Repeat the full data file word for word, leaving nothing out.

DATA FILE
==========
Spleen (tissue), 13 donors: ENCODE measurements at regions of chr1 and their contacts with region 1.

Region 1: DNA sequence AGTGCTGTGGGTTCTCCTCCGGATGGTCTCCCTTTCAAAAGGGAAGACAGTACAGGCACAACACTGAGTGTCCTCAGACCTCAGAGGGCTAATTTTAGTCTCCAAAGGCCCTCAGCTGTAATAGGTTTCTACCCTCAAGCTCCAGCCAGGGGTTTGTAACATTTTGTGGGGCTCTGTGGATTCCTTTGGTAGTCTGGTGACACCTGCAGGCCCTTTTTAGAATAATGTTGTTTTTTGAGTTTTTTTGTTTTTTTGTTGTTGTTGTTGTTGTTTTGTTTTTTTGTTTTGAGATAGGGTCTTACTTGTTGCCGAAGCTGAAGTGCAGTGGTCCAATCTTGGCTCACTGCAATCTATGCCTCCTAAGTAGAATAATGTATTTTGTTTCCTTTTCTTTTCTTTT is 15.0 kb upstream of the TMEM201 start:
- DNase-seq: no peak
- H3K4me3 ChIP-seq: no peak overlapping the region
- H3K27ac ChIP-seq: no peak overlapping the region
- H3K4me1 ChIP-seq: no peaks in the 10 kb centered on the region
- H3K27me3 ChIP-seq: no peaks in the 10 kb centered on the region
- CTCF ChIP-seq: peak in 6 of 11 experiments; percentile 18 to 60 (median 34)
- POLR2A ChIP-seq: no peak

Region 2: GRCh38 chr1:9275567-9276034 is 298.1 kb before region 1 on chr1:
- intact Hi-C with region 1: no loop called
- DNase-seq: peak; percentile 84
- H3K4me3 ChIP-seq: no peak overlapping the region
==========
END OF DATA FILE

Spleen (tissue), 13 donors: ENCODE measurements at regions of chr1 and their contacts with region 1.

Region 1: DNA sequence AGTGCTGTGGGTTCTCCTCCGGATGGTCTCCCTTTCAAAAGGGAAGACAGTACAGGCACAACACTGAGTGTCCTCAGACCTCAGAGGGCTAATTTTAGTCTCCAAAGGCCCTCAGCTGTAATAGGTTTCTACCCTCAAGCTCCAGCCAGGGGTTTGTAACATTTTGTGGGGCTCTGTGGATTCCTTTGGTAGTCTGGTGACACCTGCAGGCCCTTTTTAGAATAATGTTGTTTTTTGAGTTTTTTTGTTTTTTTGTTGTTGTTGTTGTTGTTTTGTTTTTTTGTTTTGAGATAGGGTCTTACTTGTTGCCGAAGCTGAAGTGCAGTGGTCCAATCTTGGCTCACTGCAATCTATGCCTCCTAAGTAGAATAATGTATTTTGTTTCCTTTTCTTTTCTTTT is 15.0 kb upstream of the TMEM201 start:
- DNase-seq: no peak
- H3K4me3 ChIP-seq: no peak overlapping the region
- H3K27ac ChIP-seq: no peak overlapping the region
- H3K4me1 ChIP-seq: no peaks in the 10 kb centered on the region
- H3K27me3 ChIP-seq: no peaks in the 10 kb centered on the region
- CTCF ChIP-seq: peak in 6 of 11 experiments; percentile 18 to 60 (median 34)
- POLR2A ChIP-seq: no peak

Region 2: GRCh38 chr1:9275567-9276034 is 298.1 kb before region 1 on chr1:
- intact Hi-C with region 1: no loop called
- DNase-seq: peak; percentile 84
- H3K4me3 ChIP-seq: no peak overlapping the region